In this issue
Modesty, humility, simplicity. These are not just the traits of a good monk. They are also the essential attributes of a successful second or third generation family member who hopes to take over from a colorful leader one day.
There are many opportunities for a younger-generation president to become an effective chief. None of my suggestions will make the job easy, but they will give you a fighting chance to command respect — from family and nonfamily members alike.
I WAS ABOUT EIGHT YEARS OLD when I hauled my first bucket of cherries from the family fruit orchards near Caldwell, Idaho, at a place called Sunny Slope. The cherries weighed almost as much as I did. No matter. The Symms kids were in the fields when we were old enough to carry a bucket, and we worked under the same rules as the hired hands.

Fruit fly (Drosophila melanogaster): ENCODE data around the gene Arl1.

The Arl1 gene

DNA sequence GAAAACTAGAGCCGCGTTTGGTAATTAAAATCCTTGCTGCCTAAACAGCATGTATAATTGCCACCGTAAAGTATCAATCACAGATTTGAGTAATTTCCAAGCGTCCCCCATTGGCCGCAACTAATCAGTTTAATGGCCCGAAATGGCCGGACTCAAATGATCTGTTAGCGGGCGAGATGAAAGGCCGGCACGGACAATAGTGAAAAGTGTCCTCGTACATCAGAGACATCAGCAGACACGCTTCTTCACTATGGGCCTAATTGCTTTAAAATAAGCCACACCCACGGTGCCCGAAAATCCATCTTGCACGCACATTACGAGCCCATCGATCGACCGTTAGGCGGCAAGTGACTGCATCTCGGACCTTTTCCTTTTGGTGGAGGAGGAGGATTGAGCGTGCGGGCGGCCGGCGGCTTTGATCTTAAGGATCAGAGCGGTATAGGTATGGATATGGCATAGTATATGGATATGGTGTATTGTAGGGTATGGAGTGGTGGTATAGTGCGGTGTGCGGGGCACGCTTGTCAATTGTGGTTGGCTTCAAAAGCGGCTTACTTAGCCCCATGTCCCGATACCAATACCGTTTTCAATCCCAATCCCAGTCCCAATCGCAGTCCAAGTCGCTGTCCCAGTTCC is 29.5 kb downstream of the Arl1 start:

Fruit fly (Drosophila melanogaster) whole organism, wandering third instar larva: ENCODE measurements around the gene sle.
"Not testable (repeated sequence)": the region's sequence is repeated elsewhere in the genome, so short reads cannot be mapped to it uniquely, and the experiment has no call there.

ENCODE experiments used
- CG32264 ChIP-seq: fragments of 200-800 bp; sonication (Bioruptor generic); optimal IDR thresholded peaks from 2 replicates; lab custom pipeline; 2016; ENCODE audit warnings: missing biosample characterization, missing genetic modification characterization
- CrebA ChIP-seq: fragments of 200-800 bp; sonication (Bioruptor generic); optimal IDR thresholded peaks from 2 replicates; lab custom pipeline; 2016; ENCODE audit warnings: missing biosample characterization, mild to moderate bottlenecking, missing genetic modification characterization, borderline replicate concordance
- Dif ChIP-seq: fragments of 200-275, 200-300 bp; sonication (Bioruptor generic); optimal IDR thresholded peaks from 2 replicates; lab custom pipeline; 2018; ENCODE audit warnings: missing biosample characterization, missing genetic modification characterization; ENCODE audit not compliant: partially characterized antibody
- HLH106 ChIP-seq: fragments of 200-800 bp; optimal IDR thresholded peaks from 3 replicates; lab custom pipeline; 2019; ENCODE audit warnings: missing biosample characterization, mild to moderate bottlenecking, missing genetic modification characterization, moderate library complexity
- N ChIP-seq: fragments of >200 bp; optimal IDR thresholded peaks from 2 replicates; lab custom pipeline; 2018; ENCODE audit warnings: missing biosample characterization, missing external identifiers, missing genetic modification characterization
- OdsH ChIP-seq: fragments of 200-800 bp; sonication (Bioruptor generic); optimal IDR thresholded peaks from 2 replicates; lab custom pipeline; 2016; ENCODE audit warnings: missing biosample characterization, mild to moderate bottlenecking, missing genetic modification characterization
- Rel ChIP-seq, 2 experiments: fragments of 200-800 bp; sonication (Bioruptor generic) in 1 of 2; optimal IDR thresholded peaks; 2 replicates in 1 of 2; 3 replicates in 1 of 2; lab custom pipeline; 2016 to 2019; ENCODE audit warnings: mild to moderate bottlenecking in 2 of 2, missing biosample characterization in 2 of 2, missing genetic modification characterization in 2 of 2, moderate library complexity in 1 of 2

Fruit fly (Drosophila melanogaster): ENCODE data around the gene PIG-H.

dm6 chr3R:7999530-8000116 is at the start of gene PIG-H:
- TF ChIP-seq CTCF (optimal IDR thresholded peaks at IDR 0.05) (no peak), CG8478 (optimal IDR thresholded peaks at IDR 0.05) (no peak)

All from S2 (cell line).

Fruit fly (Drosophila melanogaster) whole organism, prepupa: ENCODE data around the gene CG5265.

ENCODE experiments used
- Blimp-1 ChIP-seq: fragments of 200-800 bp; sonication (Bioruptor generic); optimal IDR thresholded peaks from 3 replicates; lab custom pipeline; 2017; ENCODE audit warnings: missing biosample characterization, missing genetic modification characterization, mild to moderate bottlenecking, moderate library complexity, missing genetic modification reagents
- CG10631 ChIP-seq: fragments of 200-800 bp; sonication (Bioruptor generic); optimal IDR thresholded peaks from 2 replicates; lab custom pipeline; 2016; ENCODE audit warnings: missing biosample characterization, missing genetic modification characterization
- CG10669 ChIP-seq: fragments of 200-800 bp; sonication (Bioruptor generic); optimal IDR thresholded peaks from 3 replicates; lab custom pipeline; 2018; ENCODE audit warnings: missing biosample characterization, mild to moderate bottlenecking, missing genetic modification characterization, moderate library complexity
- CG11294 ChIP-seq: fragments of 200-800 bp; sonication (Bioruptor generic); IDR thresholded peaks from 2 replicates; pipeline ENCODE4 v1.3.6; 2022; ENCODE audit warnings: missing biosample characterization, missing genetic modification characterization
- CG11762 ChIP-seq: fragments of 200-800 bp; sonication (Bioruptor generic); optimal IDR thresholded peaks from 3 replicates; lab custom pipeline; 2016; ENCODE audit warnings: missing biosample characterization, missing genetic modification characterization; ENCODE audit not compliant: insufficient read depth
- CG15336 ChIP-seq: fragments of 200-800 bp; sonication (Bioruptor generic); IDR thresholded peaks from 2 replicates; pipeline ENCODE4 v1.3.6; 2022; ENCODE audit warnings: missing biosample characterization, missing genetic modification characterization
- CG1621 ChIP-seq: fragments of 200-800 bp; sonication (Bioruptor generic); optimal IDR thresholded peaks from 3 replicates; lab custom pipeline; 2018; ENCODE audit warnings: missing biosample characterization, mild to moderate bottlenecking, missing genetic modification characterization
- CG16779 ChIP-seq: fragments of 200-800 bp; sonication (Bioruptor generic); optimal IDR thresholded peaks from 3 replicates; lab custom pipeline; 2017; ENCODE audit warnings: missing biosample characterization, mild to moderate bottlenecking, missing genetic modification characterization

There was never any doubt that Carl Sewell would take over his family's car dealership in Dallas. But the timing came as a shock. Sewell's father died just two years after Carl joined the business.
That was unsettling enough, but what Sewell — then 26 — found, as he went into the office after the funeral, was even worse. In 1967, there were only three Cadillac dealers in Dallas, and Sewell Village Cadillac was a distant third in both sales and profits.
Something would have to change at the $10 million company. But what?